Cologne Cathedral (1996)
Germany

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Deutsches Reich 1923. Cologne Cathedral.

Germany 2003. Cologne Cathedral

Begun in 1248, the construction of this Gothic masterpiece took place in several stages and was not completed until 1880. 

Over seven centuries, successive builders were inspired by the same faith and a spirit of absolute fidelity to the original plans. Apart from its exceptional intrinsic value and the artistic masterpieces it contains, Cologne Cathedral testifies to the enduring strength of European Christianity. 

  • Germany 2003. Cologne Cathedral. 

  • Deutsches Reich 1923. Cologne Cathedral. Scan by courtesy of Gerhard Reichert (Germany). 

Cologne Cathedral is a Roman Catholic cathedral in the German city of Cologne, begun in 1248 and completed in 1880. Cologne Cathedral was erected on the site of a stone chapel built in the 6th century. The present building, in Gothic style is dedicated to the Three Kings who are said to have visited the infant Jesus. It houses a shrine, constructed between 1180 and 1230 and designed by French goldsmith Nicholas of Verdun, which contains what are believed to be the remains of the Three Kings. 

The cathedral choir, the design of which shows the influence of the Gothic cathedrals of northern France, especially Amiens Cathedral and Reims Cathedral, was finished in 1322.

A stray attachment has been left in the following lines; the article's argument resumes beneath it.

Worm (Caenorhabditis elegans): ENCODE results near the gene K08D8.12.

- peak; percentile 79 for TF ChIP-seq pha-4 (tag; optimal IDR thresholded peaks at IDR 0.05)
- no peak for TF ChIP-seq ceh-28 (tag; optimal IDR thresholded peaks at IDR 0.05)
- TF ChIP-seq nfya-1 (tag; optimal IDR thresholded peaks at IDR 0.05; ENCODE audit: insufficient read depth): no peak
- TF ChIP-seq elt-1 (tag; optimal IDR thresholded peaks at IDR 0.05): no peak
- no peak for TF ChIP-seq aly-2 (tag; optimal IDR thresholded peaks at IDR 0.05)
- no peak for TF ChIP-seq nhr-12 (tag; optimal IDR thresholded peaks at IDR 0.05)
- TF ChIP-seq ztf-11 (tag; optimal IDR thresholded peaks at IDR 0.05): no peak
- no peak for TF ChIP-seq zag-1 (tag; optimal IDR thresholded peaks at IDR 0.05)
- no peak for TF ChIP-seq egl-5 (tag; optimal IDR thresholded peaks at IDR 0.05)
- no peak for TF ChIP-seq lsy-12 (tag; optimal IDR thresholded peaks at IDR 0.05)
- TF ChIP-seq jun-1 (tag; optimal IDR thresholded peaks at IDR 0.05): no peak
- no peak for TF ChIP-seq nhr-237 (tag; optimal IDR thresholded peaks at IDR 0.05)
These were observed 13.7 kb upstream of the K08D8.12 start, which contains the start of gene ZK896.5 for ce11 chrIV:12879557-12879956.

• Germany 1956. Ground plan of Cologne Cathedral, and the profile of a hand. The stamp was issued for the 77th German Catholic Day. 

Germany 1956. Ground plan of Cologne Cathedral.

The building's twin spires, 156 m (512 ft) high, were begun in 1310. The interior of the cathedral is notable for a statue of the Virgin Mary known as the Mailänder Madonna and made about 1290; 104 richly carved wooden choir stalls dating from about 1320; several 14th-century stained-glass windows; and a carpet woven about 1640 and modeled on a design by the Flemish painter Peter Paul Rubens.

Sources and links: 

Other World Heritage Sites in Germany (on this site). Inactive links are not described on stamps. Please refer to the UNESCO-listing, section Germany for further information about such sites. 

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Revised 20 aug 2006  
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